Sweeney Todd: The Demon Barber of Fleet Street
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When you’ve attended the tale of “Sweeney Todd,” nearly a dozen times, it’s perhaps forgivable that indelible images of previous productions swim through your head during the early moments of Thomas Kail’s ultimately must-see version of the classic Stephen Sondheim-Hugh Wheeler musical, now at Broadway’s Lunt-Fontanne Theatre.
Where is Len Cariou’s supremely menacing demon barber of Fleet Street? Why isn’t Patti LuPone playing the tuba? Shouldn’t we be in a letter-perfect re-creation of a London pie shop, as we were most recently on Barrow Street, rather than on Mimi Lien’s mostly non-descript set (gorgeously lit by Natasha Katz)?
Fortunately, one’s memories fade eventually, and the sheer spell of the chilling story and the admirable skill of the uniformly excellent cast -- led by a persuasive Josh Groban and a positively brilliant Annaleigh Ashford -- sweep you into the action.
From the show’s first moments, one knows that the audience is probably filled with plenty of first timers to the show – attracted by the star-power of the ultra-popular Groban (who proves himself up to this difficult task), Disney and “Hamilton” alum Jordan Fisher (a bit lightweight but pleasing enough as the naïve sailor Antony), and “Stranger Things’” Gaten Matarazzo (simply sensational as the simple young lad Tobias).
Luckily, they are likely to be entranced from the score’s beginning, ominous notes, which are beautifully played by a 26-piece orchestra led by the great Alex Lacamoire, using Jonathan Tunick’s stunning orchestrations. Further, Sondheim’s incredible tunes as “Green Finch and Linnet Bird,” “Not While I’m Around,” and “Kiss Me” remain ones for the ages, no matter who’s singing them! (Steven Hoggett’s movements, sadly, don’t add much to proceedings.)
For those who need a short synopsis of the plot: the wronged barber Benjamin Barker (Groban) has somehow escaped his lifetime banishment to Australia and returned to London to find his wife Lucy and daughter Johanna. Unbeknownst to him, Lucy is now the town’s crazed beggar woman (a riveting Ruthie Ann Miles) --- and the now teenaged Johanna (a truly lovely Marie Bilboa) has become the unhappy ward of the sleazy Judge Turpin (a superb Jamie Jackson), who sent Barker away 15 years ago on a trumped-up charge.
Barker – now calling himself Sweeney Todd – learns a little of this story when he wanders (probably not accidentally) into the pie shop run by his former neighbor, Nellie Lovett, who is all too eager to help the man she’s dreamt about for years. Little does she know that they can help each other, since Nellie can’t find meat for her pies (causing a real customer shortage) and Sweeney can eventually provide the ideal if unconventional solution.
From her stupendous first number, “The Worst Pies in London”, Ashford’s one-of-a-kind comic gifts are on full display, finding surprising choices even in well-known scenarios. Yes, Ashford can be a rather broad broad at times, but her occasional over-the-top bits work just fine for the wacky Nellie. And, as we eventually discover, Ashford’s dramatic gifts are just as strong; her pairing with Sweeney is (to her) far more than a “marriage of convenience” – she truly covets a lifetime “by the sea” -- and she develops true maternal feelings for the devoted Tobias. A Tony Award in June is far from out of the question.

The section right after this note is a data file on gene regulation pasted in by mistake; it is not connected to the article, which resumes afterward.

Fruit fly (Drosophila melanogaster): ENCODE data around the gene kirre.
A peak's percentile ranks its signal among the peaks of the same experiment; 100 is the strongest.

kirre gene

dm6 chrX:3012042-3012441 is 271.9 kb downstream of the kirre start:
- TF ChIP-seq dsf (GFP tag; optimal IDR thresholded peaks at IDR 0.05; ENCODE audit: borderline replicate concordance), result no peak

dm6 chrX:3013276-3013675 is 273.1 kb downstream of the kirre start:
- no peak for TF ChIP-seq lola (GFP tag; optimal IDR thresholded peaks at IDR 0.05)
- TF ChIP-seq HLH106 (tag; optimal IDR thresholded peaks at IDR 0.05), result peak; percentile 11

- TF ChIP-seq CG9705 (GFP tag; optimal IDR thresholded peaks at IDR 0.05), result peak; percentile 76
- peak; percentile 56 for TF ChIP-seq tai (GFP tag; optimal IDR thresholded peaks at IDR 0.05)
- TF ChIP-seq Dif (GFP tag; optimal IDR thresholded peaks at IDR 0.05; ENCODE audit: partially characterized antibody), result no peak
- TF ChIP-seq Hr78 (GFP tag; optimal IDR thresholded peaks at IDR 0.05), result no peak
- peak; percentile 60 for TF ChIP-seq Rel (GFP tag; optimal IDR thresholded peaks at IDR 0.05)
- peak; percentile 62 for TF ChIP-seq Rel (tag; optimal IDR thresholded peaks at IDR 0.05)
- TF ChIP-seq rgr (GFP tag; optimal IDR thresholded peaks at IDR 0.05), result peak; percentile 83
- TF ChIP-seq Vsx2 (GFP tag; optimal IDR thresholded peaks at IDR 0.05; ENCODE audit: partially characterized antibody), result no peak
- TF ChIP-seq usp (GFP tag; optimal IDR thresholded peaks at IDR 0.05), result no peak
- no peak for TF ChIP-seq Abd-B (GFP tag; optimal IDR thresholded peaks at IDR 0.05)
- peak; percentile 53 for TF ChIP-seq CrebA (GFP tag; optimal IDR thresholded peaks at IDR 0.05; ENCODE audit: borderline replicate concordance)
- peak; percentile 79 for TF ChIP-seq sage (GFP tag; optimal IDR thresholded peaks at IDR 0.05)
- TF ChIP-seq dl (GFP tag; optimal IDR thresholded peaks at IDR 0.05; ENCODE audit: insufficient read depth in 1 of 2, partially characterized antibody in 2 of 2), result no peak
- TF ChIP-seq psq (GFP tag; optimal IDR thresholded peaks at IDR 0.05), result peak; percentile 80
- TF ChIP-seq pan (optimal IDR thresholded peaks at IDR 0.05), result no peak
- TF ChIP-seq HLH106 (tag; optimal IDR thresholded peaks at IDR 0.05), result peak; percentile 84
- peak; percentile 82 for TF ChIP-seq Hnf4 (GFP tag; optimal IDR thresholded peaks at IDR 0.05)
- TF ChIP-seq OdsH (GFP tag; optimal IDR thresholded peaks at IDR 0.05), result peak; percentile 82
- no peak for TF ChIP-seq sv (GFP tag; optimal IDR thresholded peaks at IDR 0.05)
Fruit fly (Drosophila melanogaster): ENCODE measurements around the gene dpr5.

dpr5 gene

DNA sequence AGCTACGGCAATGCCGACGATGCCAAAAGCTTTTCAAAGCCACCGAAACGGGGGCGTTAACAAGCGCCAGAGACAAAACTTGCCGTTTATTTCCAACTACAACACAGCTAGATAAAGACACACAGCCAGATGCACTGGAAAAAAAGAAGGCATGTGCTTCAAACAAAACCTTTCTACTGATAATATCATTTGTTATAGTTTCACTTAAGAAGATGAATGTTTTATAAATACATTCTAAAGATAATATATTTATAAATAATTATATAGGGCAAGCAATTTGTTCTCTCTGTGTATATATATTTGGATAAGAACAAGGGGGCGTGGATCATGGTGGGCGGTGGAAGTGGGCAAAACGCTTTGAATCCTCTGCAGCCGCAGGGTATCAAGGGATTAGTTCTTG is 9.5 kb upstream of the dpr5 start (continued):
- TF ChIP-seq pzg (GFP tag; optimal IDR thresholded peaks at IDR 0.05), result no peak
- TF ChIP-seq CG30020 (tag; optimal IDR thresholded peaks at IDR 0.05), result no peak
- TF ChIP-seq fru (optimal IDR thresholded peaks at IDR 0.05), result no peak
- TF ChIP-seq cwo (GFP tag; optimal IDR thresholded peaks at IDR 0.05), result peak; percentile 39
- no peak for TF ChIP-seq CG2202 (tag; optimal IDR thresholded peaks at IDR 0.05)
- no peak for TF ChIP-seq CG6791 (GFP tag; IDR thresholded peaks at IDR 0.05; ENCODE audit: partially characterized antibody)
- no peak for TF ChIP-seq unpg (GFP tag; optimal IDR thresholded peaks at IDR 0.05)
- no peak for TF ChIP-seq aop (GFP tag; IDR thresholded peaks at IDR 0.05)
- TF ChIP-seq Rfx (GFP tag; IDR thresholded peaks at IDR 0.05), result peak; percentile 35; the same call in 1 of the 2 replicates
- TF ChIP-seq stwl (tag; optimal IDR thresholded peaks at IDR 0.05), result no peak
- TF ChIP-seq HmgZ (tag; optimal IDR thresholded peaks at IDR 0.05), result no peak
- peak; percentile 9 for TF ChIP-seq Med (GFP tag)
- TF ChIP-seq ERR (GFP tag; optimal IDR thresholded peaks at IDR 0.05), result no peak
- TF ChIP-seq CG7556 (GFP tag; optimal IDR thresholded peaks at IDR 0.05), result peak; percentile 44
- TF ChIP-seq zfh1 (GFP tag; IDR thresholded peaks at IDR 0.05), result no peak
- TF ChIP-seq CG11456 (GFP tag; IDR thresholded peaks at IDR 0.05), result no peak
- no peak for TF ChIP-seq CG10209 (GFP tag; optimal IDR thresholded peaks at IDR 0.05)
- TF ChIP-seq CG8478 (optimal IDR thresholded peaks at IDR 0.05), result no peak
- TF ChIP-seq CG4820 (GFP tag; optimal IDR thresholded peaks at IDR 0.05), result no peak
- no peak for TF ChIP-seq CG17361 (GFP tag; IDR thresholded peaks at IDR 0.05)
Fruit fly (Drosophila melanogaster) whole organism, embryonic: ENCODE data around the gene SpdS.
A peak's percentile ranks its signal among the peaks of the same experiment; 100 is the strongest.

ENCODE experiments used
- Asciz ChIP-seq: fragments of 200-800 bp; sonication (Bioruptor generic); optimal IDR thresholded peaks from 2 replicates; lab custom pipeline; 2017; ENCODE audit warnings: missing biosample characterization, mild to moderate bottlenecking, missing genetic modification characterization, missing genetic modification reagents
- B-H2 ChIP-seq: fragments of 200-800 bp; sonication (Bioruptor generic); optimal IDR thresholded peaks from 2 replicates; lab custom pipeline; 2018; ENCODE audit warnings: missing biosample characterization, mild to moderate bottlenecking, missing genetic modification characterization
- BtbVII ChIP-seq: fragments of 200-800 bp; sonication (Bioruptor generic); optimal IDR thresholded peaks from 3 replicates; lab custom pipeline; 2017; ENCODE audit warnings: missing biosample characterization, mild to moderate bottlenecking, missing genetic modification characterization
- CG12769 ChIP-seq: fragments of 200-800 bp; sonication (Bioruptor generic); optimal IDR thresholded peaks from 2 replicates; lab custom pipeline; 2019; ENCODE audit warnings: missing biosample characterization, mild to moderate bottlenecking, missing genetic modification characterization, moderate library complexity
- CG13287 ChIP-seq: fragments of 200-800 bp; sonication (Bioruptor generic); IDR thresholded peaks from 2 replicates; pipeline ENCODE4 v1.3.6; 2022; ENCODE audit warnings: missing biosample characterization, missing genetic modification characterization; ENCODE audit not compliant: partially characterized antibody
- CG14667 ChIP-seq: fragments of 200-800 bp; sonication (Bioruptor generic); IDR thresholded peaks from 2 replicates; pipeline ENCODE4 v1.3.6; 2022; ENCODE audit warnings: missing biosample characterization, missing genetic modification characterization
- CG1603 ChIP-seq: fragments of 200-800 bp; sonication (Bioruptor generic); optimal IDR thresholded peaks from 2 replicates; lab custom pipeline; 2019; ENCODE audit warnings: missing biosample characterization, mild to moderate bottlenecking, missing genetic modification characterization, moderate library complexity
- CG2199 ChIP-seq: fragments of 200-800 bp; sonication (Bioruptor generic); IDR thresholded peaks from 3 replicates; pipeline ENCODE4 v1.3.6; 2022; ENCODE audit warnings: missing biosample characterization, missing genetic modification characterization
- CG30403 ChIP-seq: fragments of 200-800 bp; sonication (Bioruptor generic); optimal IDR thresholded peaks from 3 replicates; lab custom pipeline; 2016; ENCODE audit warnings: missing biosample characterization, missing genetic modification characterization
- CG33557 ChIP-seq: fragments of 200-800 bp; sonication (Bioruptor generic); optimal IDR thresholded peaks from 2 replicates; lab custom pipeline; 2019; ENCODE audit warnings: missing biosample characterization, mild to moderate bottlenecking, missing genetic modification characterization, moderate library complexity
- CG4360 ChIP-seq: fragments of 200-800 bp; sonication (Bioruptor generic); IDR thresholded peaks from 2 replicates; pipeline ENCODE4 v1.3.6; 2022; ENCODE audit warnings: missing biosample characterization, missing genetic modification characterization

For many, Groban has been the production’s biggest question mark. He’s admittedly not as scary as one might expect, although Sweeney’s taste for revenge and instinct for self-preservation immediately show themselves when he’s confronted by a former employee who now masquerades as traveling Italian barber Pirelli (a sublime Nicholas Christopher). And his descent into completely amorality is made crystal-clear during the ultra-clever duet “A Little Priest” (a tour-de-force for Ashford) that ends the first act.
Even more importantly, Groban’s Sweeney is incredibly convincing in his desire to reunite with Johanna and mourn Lucy’s passing. He makes us feel that Sweeney has been robbed not just of time itself, but time with his family! No wonder he wants to quickly take the lives of both Turpin and his lackey, Beadle Bamford (a delicious John Rapson).
As expected, Groban sings with the kind of beauty, purity and clarity mere mortals can only dream about. You will never hear a prettier version of the second act’s “Johanna” or a more glorious “Pretty Women.” Yes, I’ve heard more chilling version of “My Friends” (sung to, yes, his razor), but in every way, not a false note emerges from Groban’s mouth.
If this cast is willing to extend its contract, this could be the rare Sondheim show to have a years-long Broadway run. The sky’s – or should I say the pies – the limit.
By Brian Scott Lipton
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Josh Groban, Annaleigh Ashford , Jordan Fisher, Gaten Matarazzo, Ruthie Ann Miles, Maria Bilbao, Jamie Jackson, John Rapson, Nicholas Christopher, Jeanna de Waal, Galyana Castillo, Jonathan Christopher, Dwayne Cooper, Kyrie Courter, Taeler Cyrus, Timothy Hughes, Paul-Jordan Jansen, Alicia Kaori, Michael Kuhn, Raymond J. Lee, Megan Ort, Patricia Phillips, Mia Pinero, Samantha Pollino, Lexi Rabadi, Nathan Salstone, Kristie Dale Sanders, Stephen Tewksbury, Daniel Torres,Felix Torrez-Ponce, DeLaney Westfall and Hennessy Winkler
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